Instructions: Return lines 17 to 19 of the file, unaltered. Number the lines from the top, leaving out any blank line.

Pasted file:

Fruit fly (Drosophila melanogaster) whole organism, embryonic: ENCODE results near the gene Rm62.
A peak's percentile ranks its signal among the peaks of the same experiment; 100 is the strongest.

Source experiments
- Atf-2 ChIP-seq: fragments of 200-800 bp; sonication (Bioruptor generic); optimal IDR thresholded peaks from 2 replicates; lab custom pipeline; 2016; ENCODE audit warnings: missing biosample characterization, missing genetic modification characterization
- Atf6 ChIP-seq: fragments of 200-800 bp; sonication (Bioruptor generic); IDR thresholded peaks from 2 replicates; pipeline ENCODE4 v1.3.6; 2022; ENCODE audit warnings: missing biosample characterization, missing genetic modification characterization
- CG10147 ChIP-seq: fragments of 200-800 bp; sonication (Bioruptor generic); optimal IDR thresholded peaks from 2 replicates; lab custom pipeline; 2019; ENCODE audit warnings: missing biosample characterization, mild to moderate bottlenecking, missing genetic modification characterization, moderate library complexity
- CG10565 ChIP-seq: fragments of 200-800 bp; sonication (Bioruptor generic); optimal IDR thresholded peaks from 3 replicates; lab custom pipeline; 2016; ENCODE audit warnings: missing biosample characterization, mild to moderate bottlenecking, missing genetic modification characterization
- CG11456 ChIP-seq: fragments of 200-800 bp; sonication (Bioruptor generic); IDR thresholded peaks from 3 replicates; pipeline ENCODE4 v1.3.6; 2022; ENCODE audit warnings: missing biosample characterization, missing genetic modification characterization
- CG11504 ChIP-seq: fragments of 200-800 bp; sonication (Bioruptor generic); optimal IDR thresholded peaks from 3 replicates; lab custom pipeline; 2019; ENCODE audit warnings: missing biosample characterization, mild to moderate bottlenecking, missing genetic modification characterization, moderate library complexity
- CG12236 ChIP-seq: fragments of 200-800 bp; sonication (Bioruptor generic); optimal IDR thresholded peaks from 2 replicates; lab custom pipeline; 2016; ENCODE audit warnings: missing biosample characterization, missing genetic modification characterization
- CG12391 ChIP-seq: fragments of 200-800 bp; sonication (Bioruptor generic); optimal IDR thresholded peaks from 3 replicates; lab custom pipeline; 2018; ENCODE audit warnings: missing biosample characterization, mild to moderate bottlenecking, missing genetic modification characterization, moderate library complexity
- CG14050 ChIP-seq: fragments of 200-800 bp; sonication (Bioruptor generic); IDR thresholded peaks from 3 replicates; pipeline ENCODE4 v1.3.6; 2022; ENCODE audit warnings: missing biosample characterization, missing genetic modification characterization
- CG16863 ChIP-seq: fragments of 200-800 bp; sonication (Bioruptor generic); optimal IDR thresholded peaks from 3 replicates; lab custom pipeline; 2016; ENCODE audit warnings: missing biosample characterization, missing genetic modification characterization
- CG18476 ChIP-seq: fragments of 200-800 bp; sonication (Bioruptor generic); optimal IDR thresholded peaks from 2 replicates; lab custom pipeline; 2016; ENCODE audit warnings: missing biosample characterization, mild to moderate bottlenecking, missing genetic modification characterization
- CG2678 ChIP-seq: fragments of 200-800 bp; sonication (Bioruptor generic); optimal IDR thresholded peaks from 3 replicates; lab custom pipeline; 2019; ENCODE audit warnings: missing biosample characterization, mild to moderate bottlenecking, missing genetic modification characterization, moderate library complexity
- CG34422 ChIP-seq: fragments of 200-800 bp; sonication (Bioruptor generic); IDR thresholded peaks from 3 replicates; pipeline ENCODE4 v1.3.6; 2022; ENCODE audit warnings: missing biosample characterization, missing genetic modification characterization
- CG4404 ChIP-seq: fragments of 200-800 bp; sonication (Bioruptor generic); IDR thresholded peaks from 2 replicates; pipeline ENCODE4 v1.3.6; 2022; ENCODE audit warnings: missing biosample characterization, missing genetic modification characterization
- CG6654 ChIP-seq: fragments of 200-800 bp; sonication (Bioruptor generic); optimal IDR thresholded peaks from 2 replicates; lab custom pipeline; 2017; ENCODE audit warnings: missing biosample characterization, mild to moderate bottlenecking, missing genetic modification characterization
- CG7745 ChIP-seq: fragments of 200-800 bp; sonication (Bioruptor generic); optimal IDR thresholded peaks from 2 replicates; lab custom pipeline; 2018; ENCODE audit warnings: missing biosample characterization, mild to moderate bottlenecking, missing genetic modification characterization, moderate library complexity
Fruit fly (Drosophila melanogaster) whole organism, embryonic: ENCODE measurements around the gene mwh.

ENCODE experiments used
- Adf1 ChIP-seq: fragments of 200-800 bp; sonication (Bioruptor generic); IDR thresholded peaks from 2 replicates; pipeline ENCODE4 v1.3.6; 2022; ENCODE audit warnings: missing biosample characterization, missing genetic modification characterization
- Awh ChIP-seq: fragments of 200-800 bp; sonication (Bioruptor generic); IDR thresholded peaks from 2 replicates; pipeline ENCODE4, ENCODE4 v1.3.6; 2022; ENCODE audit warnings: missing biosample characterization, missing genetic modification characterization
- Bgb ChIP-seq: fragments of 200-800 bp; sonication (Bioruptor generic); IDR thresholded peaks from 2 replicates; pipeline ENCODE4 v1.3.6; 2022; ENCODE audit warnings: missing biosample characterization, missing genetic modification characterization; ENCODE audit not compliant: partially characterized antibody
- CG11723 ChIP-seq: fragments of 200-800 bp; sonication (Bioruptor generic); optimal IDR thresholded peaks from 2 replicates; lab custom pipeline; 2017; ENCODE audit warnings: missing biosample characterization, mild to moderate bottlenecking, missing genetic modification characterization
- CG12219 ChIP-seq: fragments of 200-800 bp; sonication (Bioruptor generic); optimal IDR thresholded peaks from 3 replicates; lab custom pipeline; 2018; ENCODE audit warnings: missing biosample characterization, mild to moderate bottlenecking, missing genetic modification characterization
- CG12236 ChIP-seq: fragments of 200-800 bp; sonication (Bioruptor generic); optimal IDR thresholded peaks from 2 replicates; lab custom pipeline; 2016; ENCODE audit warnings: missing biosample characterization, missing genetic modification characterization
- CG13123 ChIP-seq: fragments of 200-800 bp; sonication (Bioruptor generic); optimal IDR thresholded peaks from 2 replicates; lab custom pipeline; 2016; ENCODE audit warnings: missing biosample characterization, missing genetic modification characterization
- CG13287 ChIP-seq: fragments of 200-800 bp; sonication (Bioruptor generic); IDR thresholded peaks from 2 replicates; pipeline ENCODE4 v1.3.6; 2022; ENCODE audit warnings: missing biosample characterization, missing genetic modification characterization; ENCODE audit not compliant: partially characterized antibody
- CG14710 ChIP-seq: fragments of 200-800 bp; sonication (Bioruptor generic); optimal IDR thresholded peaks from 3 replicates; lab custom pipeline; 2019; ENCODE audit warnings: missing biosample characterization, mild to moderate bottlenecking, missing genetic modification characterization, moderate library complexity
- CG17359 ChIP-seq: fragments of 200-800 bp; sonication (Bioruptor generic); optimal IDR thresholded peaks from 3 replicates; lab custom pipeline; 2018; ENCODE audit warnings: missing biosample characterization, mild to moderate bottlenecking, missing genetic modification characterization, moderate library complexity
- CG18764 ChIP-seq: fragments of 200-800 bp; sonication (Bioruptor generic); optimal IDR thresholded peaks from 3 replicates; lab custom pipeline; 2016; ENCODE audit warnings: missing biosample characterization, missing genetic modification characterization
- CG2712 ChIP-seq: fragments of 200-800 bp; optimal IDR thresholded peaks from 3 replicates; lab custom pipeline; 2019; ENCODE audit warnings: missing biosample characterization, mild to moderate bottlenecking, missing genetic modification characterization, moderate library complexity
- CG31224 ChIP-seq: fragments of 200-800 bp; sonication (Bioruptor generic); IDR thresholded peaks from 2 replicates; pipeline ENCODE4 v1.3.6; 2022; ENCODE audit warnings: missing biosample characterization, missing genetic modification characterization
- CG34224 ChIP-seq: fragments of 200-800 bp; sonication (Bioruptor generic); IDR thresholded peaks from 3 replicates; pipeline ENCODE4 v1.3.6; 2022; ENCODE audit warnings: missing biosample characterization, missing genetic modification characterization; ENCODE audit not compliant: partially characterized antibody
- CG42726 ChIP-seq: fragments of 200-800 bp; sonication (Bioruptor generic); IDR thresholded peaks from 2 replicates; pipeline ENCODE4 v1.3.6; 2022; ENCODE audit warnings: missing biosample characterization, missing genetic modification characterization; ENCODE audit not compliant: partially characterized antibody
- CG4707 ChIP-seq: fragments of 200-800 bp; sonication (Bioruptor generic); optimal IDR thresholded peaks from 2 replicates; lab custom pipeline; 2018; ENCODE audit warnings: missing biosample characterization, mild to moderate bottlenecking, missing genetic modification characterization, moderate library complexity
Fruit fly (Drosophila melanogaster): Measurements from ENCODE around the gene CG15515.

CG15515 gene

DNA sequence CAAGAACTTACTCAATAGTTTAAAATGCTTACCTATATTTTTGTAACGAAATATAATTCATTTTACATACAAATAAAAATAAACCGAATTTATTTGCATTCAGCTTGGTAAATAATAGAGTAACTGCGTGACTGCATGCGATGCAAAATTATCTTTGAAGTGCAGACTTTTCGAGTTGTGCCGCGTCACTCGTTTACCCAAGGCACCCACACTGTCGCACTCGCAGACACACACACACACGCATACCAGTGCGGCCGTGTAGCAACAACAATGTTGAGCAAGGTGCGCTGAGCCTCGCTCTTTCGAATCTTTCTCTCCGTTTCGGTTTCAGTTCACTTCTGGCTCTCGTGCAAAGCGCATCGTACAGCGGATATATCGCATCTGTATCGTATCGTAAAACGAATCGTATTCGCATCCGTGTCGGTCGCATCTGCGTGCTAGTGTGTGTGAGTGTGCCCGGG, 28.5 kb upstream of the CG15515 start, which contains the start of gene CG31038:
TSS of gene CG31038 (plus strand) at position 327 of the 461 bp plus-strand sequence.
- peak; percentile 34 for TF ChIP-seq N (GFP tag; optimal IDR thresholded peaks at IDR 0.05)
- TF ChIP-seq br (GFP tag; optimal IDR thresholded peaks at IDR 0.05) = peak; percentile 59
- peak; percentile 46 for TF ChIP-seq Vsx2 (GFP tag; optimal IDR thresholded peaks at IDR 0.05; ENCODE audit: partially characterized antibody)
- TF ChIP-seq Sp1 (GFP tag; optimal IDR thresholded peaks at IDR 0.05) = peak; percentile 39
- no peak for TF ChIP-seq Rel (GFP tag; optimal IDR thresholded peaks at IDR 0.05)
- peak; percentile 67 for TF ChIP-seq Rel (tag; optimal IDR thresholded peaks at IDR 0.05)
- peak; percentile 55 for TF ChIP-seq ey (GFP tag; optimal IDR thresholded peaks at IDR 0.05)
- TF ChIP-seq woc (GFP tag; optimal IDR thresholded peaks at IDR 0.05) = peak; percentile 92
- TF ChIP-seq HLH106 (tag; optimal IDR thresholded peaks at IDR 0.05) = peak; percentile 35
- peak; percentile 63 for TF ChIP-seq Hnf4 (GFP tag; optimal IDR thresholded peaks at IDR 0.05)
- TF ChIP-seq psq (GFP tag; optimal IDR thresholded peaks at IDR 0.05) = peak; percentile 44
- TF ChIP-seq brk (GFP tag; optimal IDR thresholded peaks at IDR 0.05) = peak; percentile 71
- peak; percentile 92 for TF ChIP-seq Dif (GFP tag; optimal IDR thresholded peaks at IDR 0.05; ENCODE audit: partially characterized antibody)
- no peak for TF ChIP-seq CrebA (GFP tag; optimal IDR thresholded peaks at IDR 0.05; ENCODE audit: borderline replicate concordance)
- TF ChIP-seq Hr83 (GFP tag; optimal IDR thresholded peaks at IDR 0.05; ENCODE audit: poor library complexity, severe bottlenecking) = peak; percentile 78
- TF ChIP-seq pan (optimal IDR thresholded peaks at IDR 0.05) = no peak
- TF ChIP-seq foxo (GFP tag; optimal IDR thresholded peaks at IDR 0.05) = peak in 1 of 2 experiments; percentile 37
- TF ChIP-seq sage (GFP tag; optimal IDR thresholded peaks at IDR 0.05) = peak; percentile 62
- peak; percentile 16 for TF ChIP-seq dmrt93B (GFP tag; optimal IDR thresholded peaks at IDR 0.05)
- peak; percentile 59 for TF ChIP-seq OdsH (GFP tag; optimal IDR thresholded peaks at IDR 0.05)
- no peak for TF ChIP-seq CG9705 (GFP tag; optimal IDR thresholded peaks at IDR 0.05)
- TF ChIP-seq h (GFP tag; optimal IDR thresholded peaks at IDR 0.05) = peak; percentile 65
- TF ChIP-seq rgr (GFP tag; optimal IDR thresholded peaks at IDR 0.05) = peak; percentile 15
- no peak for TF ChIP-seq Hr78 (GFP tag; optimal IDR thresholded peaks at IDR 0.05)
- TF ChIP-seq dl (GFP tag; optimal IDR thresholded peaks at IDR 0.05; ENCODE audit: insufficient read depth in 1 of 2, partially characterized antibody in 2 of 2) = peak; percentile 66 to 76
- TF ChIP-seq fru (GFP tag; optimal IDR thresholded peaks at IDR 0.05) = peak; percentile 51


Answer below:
- CG4404 ChIP-seq: fragments of 200-800 bp; sonication (Bioruptor generic); IDR thresholded peaks from 2 replicates; pipeline ENCODE4 v1.3.6; 2022; ENCODE audit warnings: missing biosample characterization, missing genetic modification characterization
- CG6654 ChIP-seq: fragments of 200-800 bp; sonication (Bioruptor generic); optimal IDR thresholded peaks from 2 replicates; lab custom pipeline; 2017; ENCODE audit warnings: missing biosample characterization, mild to moderate bottlenecking, missing genetic modification characterization
- CG7745 ChIP-seq: fragments of 200-800 bp; sonication (Bioruptor generic); optimal IDR thresholded peaks from 2 replicates; lab custom pipeline; 2018; ENCODE audit warnings: missing biosample characterization, mild to moderate bottlenecking, missing genetic modification characterization, moderate library complexity